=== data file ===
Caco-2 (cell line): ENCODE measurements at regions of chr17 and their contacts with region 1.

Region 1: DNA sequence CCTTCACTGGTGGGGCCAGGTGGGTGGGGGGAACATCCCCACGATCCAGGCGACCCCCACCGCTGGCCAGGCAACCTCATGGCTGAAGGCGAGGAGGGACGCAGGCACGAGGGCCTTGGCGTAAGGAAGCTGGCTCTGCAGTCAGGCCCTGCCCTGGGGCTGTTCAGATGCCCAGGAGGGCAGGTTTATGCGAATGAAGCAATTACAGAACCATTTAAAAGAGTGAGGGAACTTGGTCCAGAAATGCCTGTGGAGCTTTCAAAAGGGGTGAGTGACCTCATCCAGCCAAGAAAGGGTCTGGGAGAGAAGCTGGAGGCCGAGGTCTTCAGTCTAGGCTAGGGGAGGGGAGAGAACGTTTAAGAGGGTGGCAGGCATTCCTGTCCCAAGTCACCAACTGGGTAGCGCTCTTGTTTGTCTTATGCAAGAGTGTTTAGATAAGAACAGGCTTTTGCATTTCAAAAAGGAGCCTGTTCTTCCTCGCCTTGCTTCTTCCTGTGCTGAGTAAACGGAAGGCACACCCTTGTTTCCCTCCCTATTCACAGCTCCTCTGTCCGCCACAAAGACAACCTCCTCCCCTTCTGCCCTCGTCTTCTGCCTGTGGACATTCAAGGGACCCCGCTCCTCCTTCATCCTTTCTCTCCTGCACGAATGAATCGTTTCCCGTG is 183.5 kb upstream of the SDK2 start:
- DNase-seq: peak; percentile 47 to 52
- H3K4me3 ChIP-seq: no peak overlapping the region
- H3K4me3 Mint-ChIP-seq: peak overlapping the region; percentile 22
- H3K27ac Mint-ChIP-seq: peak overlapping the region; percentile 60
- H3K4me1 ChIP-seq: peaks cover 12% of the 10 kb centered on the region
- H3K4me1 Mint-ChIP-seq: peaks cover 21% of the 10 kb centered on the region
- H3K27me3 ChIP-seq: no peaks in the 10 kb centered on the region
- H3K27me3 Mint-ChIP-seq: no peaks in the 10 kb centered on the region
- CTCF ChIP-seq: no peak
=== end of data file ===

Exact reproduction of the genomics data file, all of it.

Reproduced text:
Caco-2 (cell line): ENCODE measurements at regions of chr17 and their contacts with region 1.

Region 1: DNA sequence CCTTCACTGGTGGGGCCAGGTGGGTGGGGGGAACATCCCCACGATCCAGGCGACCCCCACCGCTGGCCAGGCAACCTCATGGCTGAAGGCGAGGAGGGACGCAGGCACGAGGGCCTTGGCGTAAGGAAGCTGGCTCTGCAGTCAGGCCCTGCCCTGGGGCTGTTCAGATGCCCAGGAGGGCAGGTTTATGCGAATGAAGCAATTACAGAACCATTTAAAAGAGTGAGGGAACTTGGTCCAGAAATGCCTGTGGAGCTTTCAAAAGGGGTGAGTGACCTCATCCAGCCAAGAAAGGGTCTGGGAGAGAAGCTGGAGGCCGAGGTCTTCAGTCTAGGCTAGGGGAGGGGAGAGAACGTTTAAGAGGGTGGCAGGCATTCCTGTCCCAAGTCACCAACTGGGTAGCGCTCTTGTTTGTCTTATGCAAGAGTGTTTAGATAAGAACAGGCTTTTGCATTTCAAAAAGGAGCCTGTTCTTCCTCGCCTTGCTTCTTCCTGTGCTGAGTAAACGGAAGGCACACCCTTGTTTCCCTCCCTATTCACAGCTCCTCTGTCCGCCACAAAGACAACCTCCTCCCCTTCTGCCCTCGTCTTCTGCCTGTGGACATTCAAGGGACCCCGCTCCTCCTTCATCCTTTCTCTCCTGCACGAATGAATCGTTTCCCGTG is 183.5 kb upstream of the SDK2 start:
- DNase-seq: peak; percentile 47 to 52
- H3K4me3 ChIP-seq: no peak overlapping the region
- H3K4me3 Mint-ChIP-seq: peak overlapping the region; percentile 22
- H3K27ac Mint-ChIP-seq: peak overlapping the region; percentile 60
- H3K4me1 ChIP-seq: peaks cover 12% of the 10 kb centered on the region
- H3K4me1 Mint-ChIP-seq: peaks cover 21% of the 10 kb centered on the region
- H3K27me3 ChIP-seq: no peaks in the 10 kb centered on the region
- H3K27me3 Mint-ChIP-seq: no peaks in the 10 kb centered on the region
- CTCF ChIP-seq: no peak